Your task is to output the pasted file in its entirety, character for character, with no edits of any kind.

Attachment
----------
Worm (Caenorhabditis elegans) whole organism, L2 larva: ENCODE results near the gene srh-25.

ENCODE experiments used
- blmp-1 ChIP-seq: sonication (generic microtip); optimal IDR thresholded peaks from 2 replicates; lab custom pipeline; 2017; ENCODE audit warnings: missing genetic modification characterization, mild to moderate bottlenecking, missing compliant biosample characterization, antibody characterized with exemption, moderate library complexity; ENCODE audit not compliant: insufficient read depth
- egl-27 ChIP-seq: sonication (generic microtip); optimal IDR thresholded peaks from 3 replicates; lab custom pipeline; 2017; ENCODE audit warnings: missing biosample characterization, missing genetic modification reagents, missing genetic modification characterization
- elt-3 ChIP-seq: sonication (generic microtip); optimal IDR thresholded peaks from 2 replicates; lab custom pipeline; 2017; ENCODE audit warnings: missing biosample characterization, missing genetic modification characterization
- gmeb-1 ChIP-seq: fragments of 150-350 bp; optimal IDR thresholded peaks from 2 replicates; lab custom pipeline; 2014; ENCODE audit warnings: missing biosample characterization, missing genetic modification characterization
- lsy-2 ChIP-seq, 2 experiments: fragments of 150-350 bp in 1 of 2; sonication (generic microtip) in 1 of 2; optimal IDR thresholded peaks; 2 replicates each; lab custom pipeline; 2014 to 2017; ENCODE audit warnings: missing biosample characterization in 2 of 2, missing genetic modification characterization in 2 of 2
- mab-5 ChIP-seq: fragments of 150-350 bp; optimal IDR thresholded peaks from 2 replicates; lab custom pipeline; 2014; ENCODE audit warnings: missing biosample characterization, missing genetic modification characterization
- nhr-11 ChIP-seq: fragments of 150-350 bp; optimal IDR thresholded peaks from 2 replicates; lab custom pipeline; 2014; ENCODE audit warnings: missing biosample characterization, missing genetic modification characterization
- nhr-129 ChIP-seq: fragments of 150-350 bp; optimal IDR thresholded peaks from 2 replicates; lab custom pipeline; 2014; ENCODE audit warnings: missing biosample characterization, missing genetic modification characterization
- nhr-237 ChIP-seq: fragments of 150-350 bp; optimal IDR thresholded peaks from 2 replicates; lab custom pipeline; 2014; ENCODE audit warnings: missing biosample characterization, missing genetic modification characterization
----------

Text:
Worm (Caenorhabditis elegans) whole organism, L2 larva: ENCODE results near the gene srh-25.

ENCODE experiments used
- blmp-1 ChIP-seq: sonication (generic microtip); optimal IDR thresholded peaks from 2 replicates; lab custom pipeline; 2017; ENCODE audit warnings: missing genetic modification characterization, mild to moderate bottlenecking, missing compliant biosample characterization, antibody characterized with exemption, moderate library complexity; ENCODE audit not compliant: insufficient read depth
- egl-27 ChIP-seq: sonication (generic microtip); optimal IDR thresholded peaks from 3 replicates; lab custom pipeline; 2017; ENCODE audit warnings: missing biosample characterization, missing genetic modification reagents, missing genetic modification characterization
- elt-3 ChIP-seq: sonication (generic microtip); optimal IDR thresholded peaks from 2 replicates; lab custom pipeline; 2017; ENCODE audit warnings: missing biosample characterization, missing genetic modification characterization
- gmeb-1 ChIP-seq: fragments of 150-350 bp; optimal IDR thresholded peaks from 2 replicates; lab custom pipeline; 2014; ENCODE audit warnings: missing biosample characterization, missing genetic modification characterization
- lsy-2 ChIP-seq, 2 experiments: fragments of 150-350 bp in 1 of 2; sonication (generic microtip) in 1 of 2; optimal IDR thresholded peaks; 2 replicates each; lab custom pipeline; 2014 to 2017; ENCODE audit warnings: missing biosample characterization in 2 of 2, missing genetic modification characterization in 2 of 2
- mab-5 ChIP-seq: fragments of 150-350 bp; optimal IDR thresholded peaks from 2 replicates; lab custom pipeline; 2014; ENCODE audit warnings: missing biosample characterization, missing genetic modification characterization
- nhr-11 ChIP-seq: fragments of 150-350 bp; optimal IDR thresholded peaks from 2 replicates; lab custom pipeline; 2014; ENCODE audit warnings: missing biosample characterization, missing genetic modification characterization
- nhr-129 ChIP-seq: fragments of 150-350 bp; optimal IDR thresholded peaks from 2 replicates; lab custom pipeline; 2014; ENCODE audit warnings: missing biosample characterization, missing genetic modification characterization
- nhr-237 ChIP-seq: fragments of 150-350 bp; optimal IDR thresholded peaks from 2 replicates; lab custom pipeline; 2014; ENCODE audit warnings: missing biosample characterization, missing genetic modification characterization